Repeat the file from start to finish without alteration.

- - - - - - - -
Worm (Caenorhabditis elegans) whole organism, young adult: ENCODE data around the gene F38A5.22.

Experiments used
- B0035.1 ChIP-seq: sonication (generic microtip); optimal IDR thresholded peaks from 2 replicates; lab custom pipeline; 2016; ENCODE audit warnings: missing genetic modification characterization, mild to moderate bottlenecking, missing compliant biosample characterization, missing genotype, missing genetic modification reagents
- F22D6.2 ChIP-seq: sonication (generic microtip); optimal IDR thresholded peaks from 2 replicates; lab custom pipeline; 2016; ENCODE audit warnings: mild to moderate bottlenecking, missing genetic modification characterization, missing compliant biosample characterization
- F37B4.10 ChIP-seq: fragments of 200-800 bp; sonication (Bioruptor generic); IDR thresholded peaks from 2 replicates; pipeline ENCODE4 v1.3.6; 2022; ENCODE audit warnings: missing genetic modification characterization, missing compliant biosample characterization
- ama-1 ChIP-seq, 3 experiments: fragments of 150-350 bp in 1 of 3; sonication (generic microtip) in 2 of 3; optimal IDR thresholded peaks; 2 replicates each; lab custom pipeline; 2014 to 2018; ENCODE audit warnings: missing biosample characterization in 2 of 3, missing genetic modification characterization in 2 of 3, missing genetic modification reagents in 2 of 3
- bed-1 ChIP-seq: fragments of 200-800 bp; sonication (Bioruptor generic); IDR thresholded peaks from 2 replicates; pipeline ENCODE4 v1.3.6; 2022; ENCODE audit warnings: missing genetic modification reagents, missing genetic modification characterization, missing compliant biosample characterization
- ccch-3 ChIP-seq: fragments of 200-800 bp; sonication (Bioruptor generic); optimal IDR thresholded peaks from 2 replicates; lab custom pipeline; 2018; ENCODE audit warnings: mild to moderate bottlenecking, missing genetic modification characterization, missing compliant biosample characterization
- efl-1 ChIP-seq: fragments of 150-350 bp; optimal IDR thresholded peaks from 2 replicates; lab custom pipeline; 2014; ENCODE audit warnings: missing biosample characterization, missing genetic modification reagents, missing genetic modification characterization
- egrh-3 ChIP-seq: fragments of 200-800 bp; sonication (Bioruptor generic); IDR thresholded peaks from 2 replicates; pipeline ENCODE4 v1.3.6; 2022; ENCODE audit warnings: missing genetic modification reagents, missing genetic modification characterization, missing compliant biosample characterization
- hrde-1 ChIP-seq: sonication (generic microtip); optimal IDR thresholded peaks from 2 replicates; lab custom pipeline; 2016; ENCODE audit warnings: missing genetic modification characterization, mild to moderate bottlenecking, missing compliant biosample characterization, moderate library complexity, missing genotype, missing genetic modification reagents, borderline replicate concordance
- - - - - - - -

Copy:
Worm (Caenorhabditis elegans) whole organism, young adult: ENCODE data around the gene F38A5.22.

Experiments used
- B0035.1 ChIP-seq: sonication (generic microtip); optimal IDR thresholded peaks from 2 replicates; lab custom pipeline; 2016; ENCODE audit warnings: missing genetic modification characterization, mild to moderate bottlenecking, missing compliant biosample characterization, missing genotype, missing genetic modification reagents
- F22D6.2 ChIP-seq: sonication (generic microtip); optimal IDR thresholded peaks from 2 replicates; lab custom pipeline; 2016; ENCODE audit warnings: mild to moderate bottlenecking, missing genetic modification characterization, missing compliant biosample characterization
- F37B4.10 ChIP-seq: fragments of 200-800 bp; sonication (Bioruptor generic); IDR thresholded peaks from 2 replicates; pipeline ENCODE4 v1.3.6; 2022; ENCODE audit warnings: missing genetic modification characterization, missing compliant biosample characterization
- ama-1 ChIP-seq, 3 experiments: fragments of 150-350 bp in 1 of 3; sonication (generic microtip) in 2 of 3; optimal IDR thresholded peaks; 2 replicates each; lab custom pipeline; 2014 to 2018; ENCODE audit warnings: missing biosample characterization in 2 of 3, missing genetic modification characterization in 2 of 3, missing genetic modification reagents in 2 of 3
- bed-1 ChIP-seq: fragments of 200-800 bp; sonication (Bioruptor generic); IDR thresholded peaks from 2 replicates; pipeline ENCODE4 v1.3.6; 2022; ENCODE audit warnings: missing genetic modification reagents, missing genetic modification characterization, missing compliant biosample characterization
- ccch-3 ChIP-seq: fragments of 200-800 bp; sonication (Bioruptor generic); optimal IDR thresholded peaks from 2 replicates; lab custom pipeline; 2018; ENCODE audit warnings: mild to moderate bottlenecking, missing genetic modification characterization, missing compliant biosample characterization
- efl-1 ChIP-seq: fragments of 150-350 bp; optimal IDR thresholded peaks from 2 replicates; lab custom pipeline; 2014; ENCODE audit warnings: missing biosample characterization, missing genetic modification reagents, missing genetic modification characterization
- egrh-3 ChIP-seq: fragments of 200-800 bp; sonication (Bioruptor generic); IDR thresholded peaks from 2 replicates; pipeline ENCODE4 v1.3.6; 2022; ENCODE audit warnings: missing genetic modification reagents, missing genetic modification characterization, missing compliant biosample characterization
- hrde-1 ChIP-seq: sonication (generic microtip); optimal IDR thresholded peaks from 2 replicates; lab custom pipeline; 2016; ENCODE audit warnings: missing genetic modification characterization, mild to moderate bottlenecking, missing compliant biosample characterization, moderate library complexity, missing genotype, missing genetic modification reagents, borderline replicate concordance